Classical Music Replay: Robert Cowan makes his pick of the latest reiss ues "Eminence" 5 65943 2)
Schumann: Carnaval, Symphonic Studies, Kreisleriana Geza Anda (piano) (Recorded: 1953-1955) (Testament SBT 1069); Rossini: Overtures to `The Barber of Seville' etc Philharmonia / Carlo Maria Giulini (Recorded: 1959-1964) (EMI 'Eminence' 5 65943 2)
Friday 12 April 1996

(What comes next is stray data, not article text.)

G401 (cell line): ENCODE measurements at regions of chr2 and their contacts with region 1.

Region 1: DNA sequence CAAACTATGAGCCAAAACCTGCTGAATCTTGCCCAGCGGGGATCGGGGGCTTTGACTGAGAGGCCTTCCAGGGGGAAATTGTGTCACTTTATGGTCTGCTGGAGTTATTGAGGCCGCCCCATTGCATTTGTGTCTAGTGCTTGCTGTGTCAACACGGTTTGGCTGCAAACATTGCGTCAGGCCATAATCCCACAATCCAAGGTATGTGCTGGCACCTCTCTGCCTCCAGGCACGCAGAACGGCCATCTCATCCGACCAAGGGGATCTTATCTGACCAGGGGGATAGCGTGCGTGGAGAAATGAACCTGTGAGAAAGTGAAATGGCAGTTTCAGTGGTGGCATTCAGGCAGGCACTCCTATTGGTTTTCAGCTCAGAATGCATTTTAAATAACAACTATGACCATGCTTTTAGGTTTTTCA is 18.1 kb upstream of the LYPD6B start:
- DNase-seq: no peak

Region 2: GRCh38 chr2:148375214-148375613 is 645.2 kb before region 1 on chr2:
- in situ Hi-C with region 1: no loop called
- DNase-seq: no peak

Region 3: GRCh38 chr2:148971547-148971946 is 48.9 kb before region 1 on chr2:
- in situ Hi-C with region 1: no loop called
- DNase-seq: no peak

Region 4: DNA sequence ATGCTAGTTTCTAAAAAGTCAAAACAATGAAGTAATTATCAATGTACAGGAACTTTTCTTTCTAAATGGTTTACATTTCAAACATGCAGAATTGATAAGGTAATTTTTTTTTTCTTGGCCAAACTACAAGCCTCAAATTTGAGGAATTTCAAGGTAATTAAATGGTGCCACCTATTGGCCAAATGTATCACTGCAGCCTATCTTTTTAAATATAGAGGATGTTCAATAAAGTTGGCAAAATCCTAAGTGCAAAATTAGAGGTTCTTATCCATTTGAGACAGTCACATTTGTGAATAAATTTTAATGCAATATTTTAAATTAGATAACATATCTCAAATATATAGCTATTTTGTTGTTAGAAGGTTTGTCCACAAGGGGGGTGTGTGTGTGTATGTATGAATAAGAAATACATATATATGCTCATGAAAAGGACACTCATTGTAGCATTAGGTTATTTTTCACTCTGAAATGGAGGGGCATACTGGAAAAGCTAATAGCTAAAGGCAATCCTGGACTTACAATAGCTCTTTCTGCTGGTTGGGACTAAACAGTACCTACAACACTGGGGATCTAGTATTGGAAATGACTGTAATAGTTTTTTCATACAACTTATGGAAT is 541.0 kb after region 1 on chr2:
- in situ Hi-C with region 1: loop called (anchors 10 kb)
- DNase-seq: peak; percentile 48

Rossini overtures can tell you a great deal about who's conducting them. It's all in those crescendos; they can accelerate (Furtwangler), seethe (Toscanini), glisten (Reiner), laugh (Beecham) or thump (Dorati), Carlo Maria Giulini, however, is a master of stealth and style, a "beautiful mover". Listen to the way he builds The Thieving Magpie's first crescendo (at 5'25") with horns and woodwinds cheekily cavorting over a chug-along rhythmic base, then gradually intensifying until bass and side drum harden the mix. It's thrilling, but it's also fairly subtle - which is why you can listen again and again without getting bored. Or you might try the opening of The Barber of Seville overture, where strings answer winds with the utmost elegance and the oboe effects a perfect phrasal arch. Thereafter, the playing is both muscular and refined. The Silken Ladder has pin-sharp oboes and busily scuttling strings; Semiramide opens with a superb horn quartet; and William Tell is distinguished by a broadly etched storm (absolutely no hint of the pier) and a superb Gallop. The sound is, well, pretty good - a bit glassy perhaps, but lively enough. And there are more Rossini overtures where these came from: perhaps Eminence might add them to some of Giulini's Verdi overtures.
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